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How Golf Benefits Your Physical and Mental Health

While golf has been popular in North America since around the 1920s, the sport experienced a significant surge in popularity in 2020 as more people took to the outdoors to socialize and get some exercise.

You probably already know that golfing with your friends (or even alone) might be lots of fun, but have you ever considered the ways in which golfing can help to improve your health?

A number of studies have found that there are many health benefits that golfers stand to gain — including those that impact not only one's physical state but also their emotional wellbeing. For example, golfers and golf spectators who walk an entire 18-hold course are estimated to walk between 7,500 and 10,000 steps (roughly 4 to 5 miles, or 5 to 7 kilometers), which is the daily recommendation of steps for a healthy lifestyle.

Golfing can also provide a lift in your mood and have potential long-term benefits for the brains of aging adults. Golfing serves as a way to reduce stress, make or strengthen relationships, get in touch with nature and the outdoors, and improve concentration and emotional control.

Golf Serves As a Form of Moderate-Intensity Exercise

While golfing might not seem as strenuous as other sports such as basketball or soccer, it's still considered a form of "moderate-intensity physical activity."

That's because golf involves movement such as walking (often for miles, as mentioned above), lifting and rotating your torso and arms while you swing the club, and carrying your golf bag around, which typically weighs around 30 lbs. The European Institute of Golf Course Architects states that all of this activity can contribute to improvements in strength, stamina, balance, and mobility.

Like other types of exercise, golfing can also increase your heart rate and boost circulation, especially if you skip the golf cart and walk the whole course instead (particularly if you do so on a hot, sunny day, which will require extra effort—just don’t forget the SPF).

The enhanced blood flow and slight exhaustion required by golfers can support heart health in a variety of ways, such as by normalizing blood pressure and helping your heart muscle to become more efficient at pumping blood throughout your body.

In 2020, researchers from the University of Southampton in England and the University of Southern California conducted a study on the benefits of golf among older adults and found that it can significantly improve the quality of life for older golfers in a host of different ways — such as by increasing muscle strength, balance, aerobic fitness, walking capabilities, endurance, and social interactions.

The researchers involved in this study estimate that the aerobic benefits of golf are on par with those tied to other popular forms of exercise such as weightlifting workouts and yoga.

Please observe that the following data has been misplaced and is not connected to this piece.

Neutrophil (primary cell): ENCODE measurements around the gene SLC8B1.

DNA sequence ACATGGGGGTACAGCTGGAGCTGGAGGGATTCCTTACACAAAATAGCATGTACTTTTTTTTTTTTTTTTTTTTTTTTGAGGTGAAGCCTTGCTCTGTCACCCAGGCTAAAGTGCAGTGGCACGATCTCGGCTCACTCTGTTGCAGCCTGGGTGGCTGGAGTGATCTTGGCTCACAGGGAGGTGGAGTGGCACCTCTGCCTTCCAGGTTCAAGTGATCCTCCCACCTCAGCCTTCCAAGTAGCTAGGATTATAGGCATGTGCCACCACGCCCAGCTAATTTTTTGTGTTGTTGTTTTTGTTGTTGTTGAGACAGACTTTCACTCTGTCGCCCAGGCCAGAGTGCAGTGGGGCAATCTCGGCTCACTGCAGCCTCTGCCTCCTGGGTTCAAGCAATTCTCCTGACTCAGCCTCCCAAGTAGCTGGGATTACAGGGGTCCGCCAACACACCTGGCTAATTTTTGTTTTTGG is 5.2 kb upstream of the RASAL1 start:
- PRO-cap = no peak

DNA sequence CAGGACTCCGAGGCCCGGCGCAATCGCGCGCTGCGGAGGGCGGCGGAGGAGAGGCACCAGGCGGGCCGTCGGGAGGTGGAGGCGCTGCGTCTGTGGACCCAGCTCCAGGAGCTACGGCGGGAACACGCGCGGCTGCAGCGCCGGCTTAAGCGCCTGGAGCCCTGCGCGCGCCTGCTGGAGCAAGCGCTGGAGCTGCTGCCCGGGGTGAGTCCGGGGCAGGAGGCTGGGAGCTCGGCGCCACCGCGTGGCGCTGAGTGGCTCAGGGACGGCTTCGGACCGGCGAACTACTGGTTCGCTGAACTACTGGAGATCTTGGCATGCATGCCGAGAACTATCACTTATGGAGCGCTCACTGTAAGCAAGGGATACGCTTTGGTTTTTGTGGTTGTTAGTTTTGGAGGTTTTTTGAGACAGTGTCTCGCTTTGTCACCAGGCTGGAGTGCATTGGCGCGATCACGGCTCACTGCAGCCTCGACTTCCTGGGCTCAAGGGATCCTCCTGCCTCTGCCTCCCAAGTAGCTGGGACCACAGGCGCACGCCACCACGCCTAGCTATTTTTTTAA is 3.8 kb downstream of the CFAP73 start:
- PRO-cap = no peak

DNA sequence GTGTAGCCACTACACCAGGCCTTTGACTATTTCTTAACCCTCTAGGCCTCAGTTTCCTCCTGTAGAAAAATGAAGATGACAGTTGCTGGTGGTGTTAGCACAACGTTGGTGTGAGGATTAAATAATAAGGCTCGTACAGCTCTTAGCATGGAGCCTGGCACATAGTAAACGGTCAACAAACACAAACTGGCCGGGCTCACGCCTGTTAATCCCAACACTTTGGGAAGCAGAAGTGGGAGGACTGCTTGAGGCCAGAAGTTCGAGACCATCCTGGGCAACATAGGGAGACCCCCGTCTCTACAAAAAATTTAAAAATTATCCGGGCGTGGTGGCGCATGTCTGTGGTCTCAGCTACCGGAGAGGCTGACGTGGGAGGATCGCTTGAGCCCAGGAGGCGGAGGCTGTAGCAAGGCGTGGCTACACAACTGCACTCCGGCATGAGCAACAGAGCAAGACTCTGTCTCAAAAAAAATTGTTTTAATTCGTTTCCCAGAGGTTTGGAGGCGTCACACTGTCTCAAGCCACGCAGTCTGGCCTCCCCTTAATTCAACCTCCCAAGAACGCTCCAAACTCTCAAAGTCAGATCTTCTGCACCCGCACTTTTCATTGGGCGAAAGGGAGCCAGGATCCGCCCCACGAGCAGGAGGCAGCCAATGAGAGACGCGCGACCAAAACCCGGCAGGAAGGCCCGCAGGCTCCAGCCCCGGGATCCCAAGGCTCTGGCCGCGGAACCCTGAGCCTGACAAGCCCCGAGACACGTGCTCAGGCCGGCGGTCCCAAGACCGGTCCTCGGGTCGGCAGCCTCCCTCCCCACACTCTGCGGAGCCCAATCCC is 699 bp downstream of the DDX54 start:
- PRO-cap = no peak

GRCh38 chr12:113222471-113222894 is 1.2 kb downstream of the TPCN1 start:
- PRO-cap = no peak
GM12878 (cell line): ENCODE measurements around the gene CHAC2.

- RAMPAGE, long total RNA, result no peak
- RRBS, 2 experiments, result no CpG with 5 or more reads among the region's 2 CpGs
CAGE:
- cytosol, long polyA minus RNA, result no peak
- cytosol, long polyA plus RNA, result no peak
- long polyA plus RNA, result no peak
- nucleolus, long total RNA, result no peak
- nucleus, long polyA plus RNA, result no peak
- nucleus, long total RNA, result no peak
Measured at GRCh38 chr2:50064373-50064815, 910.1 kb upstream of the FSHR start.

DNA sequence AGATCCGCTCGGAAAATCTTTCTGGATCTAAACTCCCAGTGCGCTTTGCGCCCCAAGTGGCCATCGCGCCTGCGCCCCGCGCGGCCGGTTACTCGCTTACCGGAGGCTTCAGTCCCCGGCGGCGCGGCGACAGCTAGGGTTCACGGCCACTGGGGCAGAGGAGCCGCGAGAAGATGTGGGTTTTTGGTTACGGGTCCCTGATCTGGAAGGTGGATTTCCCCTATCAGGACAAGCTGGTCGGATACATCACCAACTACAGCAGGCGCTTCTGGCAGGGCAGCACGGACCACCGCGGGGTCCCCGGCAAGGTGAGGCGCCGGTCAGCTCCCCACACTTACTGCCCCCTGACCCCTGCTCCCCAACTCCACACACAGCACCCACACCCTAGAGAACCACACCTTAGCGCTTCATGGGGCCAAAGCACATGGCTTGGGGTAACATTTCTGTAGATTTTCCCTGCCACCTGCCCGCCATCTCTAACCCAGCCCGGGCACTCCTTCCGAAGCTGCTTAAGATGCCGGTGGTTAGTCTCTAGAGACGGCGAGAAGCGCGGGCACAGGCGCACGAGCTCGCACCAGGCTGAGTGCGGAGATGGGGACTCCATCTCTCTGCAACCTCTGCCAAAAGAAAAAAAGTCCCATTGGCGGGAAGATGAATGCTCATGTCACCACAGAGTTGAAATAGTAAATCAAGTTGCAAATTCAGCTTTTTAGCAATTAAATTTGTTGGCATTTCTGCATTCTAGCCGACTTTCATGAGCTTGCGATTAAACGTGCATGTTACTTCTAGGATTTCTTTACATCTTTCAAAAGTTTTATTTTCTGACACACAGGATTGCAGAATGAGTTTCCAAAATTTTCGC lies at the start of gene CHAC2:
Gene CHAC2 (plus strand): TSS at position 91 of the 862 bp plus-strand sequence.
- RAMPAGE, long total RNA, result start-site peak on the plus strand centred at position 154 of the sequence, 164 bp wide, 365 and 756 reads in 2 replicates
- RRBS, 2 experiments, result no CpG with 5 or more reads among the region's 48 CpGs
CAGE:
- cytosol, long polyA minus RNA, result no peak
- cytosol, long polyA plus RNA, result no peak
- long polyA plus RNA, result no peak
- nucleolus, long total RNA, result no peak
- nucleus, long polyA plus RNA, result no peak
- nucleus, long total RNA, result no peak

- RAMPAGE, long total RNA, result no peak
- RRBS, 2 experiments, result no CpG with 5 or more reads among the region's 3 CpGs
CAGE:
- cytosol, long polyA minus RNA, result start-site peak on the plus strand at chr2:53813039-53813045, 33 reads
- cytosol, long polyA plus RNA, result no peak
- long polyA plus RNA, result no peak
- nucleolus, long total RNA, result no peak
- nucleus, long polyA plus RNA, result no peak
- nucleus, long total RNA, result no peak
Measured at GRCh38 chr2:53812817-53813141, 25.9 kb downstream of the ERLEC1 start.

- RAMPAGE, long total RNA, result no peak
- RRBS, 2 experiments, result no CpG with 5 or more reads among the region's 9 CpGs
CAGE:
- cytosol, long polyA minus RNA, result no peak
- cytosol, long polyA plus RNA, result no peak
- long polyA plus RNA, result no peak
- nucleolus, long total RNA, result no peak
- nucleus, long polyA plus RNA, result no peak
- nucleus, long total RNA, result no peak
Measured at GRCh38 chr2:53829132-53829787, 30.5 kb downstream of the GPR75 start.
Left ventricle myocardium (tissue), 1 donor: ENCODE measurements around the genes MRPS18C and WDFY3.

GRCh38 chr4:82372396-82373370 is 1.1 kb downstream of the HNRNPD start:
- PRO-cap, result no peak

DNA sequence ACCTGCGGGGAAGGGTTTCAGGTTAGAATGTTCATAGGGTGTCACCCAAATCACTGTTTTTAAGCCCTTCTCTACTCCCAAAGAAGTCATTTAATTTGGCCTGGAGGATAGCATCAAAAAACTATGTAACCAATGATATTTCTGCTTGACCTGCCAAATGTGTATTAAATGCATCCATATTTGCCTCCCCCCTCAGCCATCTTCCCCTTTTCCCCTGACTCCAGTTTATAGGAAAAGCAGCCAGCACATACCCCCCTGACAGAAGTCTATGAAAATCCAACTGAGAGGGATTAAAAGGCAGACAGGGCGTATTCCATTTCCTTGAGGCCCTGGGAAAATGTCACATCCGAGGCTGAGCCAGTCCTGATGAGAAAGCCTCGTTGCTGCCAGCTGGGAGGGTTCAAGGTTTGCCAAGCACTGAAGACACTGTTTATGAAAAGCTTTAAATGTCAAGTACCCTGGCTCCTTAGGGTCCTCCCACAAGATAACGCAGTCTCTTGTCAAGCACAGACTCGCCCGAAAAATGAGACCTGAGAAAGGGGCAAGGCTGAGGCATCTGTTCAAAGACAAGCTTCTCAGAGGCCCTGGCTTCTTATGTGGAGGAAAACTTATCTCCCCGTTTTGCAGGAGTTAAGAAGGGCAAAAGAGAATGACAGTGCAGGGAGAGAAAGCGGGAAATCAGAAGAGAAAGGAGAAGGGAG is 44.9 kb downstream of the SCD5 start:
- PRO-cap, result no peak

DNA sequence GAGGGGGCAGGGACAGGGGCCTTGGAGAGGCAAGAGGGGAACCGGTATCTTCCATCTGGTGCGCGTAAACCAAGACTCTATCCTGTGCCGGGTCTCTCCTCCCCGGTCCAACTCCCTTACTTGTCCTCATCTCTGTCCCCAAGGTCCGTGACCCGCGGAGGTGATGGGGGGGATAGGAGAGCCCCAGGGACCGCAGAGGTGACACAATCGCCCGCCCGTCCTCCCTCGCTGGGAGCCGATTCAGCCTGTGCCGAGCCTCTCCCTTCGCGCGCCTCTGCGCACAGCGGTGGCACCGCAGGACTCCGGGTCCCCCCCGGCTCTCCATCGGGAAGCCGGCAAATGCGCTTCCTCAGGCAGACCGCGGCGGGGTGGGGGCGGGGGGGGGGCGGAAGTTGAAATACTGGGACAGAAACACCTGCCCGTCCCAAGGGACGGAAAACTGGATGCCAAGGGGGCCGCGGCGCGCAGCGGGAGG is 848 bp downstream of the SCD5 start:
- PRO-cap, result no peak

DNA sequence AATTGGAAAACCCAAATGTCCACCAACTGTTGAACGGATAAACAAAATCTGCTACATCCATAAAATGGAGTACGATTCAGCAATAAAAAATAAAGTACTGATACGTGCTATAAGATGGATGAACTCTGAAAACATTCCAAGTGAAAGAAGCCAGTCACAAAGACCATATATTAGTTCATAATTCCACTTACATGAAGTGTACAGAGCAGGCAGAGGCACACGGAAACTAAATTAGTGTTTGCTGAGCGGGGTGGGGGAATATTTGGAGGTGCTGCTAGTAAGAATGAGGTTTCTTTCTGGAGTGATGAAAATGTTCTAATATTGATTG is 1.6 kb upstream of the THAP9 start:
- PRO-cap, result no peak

Golfers in the study were found to have better dynamic balance and static balance than non-golfers, as well as greater strength of limb muscles and greater physical abilities such as gripping, swinging a club, walking, and squatting. Regular exercise is also known to maintain bone strength and reduce the risk for fractures and falls.

The World Health Organization recommends a weekly combination of aerobic, strength, and balance exercises for older adults to help fight the negative effects of inactivity (such as weight gain, loss of flexibility, and muscle wasting); As you can see, golfing is one way to check all three boxes.

The Mental Challenge That Goes Into Golfing

Not only can golf promote cardiovascular health, but it's also thought to help enhance brain function. As all golfers and golf enthusiasts know, this sport requires a good deal of concentration and memory, as well as emotional composure.

It's no surprise then that many studies have found that participating in sports regularly can help to prevent or reduce cognitive decline.

One health-promoting attribute of golf that makes it somewhat unique is that it's almost always done outdoors. And we know from a large body of research that time spent outdoors, especially in green spaces and in sunlight, confers numerous mental health benefits.

Here's one example: studies have found that participating in an activity that requires your attention, walking outside, and being amongst greenery all tend to improve feelings of happiness and reduce stress. You can see why golf has major potential to boost your outlook, including in both the short-term and long-term if you practice regularly. This helps to explain why, according to Golf Digest, 2020 saw a record number of new players taking up the game.

Like other types of exercise and sports, golfing is a fun way to increase the release of feel-good chemicals including endorphins and serotonin, which have depression-fighting and anxiety-reducing effects. Higher release of these chemicals is also associated with improved self-esteem and confidence.

Finally, the combination of exposure to fresh air, sunlight, and the physical activity involved in golfing, as well as the social component, can all help to improve your sleep, which is essential for physical and mental well-being. Getting quality sleep is now considered to be just as important for overall health as a balanced diet, since sleep supports a strong immune system, can help regulate your appetite and prevent weight gain, strengthens your heart, enhances your mood, and even improves memory.


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